Oldest Crowns in the World

10 Oldest Crowns in the World

Throughout history, a crown has been one of the most important symbols of power, royalty, and nobility. Used to adorn heads as far back as Ancient Egypt, ancient crowns were made from various materials such as gold and silver.

Though in the early eras of history, the crown was worn only by kings, some queens also used them at certain times. The crowns in the history of mankind have changed over time, and many of them are located in different countries around the world.

So, if you’re someone who wants to know more about ancient stuff, here is a list of some of the oldest crowns in the world, discussing their origins, uses, styles, and more.

10. The Helmet of Skanderbeg

Year Established: 1460
Origin Country: Albania
Status: Kept in the Kunsthistorisches Museum
Material Used: Steel, gold, bronze, copper

The Helmet of Skanderbegphoto source: artstation.com

The white metal helmet, Skanderbeg, is embellished with a gold strip. The bronze head of a goat with horns that are likewise coated with gold rests on top of it. It is roughly 3 kg in weight. The arms of Skanderbeg were the goat’s head.

Following the Ottoman Empire’s colonization of Albania, the crown was stolen from the country. Eventually, the Italian noble family known as the Habsburg dynasty inherited the throne.

Did You Know?

The monograms around the crown JN * PE * RA * TO * RE * BT mean “Jesus of Nazareth bless you, Prince of Mat, King of Albania, Terror of the Ottomans and King of Epirus.”


9. Monomakh’s Cap

Year Established: late 13th century to 14th century
Origin Country: Russia
Status: Kept in the Kremlin Armory, as part of the Diamond Fund
Material Used: Gold, pearls, rubies, and emeralds

Monomakh’s Capphoto source: wikimedia.org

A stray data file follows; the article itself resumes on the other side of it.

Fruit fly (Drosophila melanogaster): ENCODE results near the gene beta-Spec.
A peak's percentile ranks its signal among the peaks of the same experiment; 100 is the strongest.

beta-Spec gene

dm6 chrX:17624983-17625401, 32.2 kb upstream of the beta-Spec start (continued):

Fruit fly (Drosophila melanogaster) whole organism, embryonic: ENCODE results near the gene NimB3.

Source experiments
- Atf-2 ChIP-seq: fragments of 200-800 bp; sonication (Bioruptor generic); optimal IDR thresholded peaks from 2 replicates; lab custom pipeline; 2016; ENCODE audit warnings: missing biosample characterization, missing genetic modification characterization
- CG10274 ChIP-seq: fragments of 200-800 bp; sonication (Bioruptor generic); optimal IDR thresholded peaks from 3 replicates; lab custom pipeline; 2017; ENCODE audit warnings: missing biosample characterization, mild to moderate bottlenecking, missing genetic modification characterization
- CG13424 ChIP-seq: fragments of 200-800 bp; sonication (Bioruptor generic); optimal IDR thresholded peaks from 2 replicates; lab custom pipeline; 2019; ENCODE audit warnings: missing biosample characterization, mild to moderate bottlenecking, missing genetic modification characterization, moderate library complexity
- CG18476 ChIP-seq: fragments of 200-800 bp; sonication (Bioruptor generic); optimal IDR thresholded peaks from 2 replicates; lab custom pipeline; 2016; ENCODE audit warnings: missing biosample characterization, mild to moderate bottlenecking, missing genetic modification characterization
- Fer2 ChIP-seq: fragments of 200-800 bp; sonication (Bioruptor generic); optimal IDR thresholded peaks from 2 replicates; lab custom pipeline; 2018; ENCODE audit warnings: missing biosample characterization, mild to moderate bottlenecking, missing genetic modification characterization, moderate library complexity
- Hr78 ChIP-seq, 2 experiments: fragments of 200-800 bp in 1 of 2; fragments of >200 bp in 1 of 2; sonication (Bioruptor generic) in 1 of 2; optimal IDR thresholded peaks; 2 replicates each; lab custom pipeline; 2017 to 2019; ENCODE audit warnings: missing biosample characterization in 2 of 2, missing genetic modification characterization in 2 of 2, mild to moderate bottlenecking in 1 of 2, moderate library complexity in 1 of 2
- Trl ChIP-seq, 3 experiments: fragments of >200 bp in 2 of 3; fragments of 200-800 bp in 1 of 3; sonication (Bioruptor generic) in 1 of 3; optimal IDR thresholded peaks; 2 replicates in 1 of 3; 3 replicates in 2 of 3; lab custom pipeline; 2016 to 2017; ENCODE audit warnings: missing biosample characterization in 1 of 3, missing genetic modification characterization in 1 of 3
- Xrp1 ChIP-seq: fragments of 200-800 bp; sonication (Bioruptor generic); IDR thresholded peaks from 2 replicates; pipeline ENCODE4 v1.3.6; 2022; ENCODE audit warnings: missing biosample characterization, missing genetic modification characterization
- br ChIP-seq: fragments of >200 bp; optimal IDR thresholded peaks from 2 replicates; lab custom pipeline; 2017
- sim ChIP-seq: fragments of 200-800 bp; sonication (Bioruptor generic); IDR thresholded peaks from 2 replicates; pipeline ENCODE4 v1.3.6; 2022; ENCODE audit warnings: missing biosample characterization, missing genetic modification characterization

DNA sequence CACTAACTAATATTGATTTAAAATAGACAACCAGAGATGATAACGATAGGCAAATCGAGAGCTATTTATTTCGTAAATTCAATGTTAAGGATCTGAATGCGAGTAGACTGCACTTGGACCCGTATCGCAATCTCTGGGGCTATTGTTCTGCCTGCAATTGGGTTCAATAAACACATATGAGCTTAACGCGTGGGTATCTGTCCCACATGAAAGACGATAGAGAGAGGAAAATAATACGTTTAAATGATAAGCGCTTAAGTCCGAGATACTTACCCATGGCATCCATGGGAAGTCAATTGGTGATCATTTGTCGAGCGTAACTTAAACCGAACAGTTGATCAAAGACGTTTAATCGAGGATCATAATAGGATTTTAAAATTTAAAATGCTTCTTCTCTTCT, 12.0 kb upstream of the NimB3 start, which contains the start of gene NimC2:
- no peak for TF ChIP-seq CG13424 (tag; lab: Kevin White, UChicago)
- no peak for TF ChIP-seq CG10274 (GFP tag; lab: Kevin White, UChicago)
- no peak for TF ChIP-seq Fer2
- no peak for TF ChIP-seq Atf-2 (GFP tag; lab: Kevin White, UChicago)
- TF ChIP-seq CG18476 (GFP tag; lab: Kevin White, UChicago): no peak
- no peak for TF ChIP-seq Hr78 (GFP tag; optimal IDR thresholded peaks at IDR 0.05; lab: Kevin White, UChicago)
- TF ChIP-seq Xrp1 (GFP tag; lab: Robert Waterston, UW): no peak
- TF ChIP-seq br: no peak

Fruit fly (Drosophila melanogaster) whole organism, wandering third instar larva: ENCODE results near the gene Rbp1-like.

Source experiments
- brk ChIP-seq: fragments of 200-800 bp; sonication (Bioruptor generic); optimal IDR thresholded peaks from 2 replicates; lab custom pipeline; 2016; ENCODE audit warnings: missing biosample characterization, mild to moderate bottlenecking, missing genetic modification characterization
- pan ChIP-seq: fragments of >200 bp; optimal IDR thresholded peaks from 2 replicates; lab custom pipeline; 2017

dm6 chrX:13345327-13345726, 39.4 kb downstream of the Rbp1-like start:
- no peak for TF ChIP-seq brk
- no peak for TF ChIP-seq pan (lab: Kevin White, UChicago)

Known as Monomakh’s Cap, it is an eight-sectored piece of gold filigree skullcap that is lavishly embellished with a scrolled gold overlay, pearls, rubies, and emeralds inlaid, and sable trim.

This most prominent artifact of the Grand Princes and Tsars of Russia is also a great illustration of how the Kazans and Russians interacted culturally. The earliest Russian crown held in the Kremlin, Moscow, was manufactured sometime in the late 13th or early 14th century.

Did You Know?

One of the emblems of Russian autocracy is the Monomakh’s Cap, also known as the Golden Cap, a crown that was worn by Russian kings.


8. The Crown of Saint Wenceslas

Year Established: 1347
Origin Country: Bohemia (Czech Republic)
Status: Kept in Prague Castle
Material Used: Gold and a variety of precious stones

The Crown of Saint Wenceslasphoto source: thevintagenews.com

The Saint Wenceslas Crown, a piece of the Bohemian Crown Jewels, was crafted in 1347. Eleventh-century Bohemian ruler and Holy Roman Emperor Charles IV of the House of Luxembourg bestowed the crown on St. Wenceslas, the nation’s first patron saint.

The St. Wenceslas Crown includes 91 precious stones and 20 pearls, set in 21 to 22 carat gold. The crown weighs two and a half kilos and features two hoops with an elevated cross at the junction.

Did You Know?

The crown, which is a personal possession of St. Wenceslas, and may only be worn by a rightful Bohemian monarch during his coronation. Hence, according to an old Czech tradition, any imposter who wears it is bound to die within a year.


7. Queen’s Crown

Year Established: 1320
Origin Country: Poland
Status: Destroyed in 1809
Material Used: Gold

photo source: wikipedia.org

The main insignia of the Polish Queens was established in 1320 for Jadwiga of Kalisz, the wife of Wadysaw I the Elbow-high, in preparation for her coronation as Queen consort of Poland. From that point on, it was used until the end of the 17th century.

The Queen’s Crown is a gothic crown made entirely of pure gold with 10 bound pieces, crested with heraldic flowers, and set with priceless stones.

The crown had 474 diamonds, sapphires, emeralds, pearls, and other priceless gems, according to the final inventory of the Crown Treasury in 1792.

Did You Know?

In 1794, Prussian forces raided the Wawel Castle and stole the crown, which ended up in the Berlin collections of the Hohenzollern family.


6. The Crown of Charlemagne

Year Established: 10th to 11th century
Origin Country: France
Status: Destroyed in 1793
Material Used: Gold and iron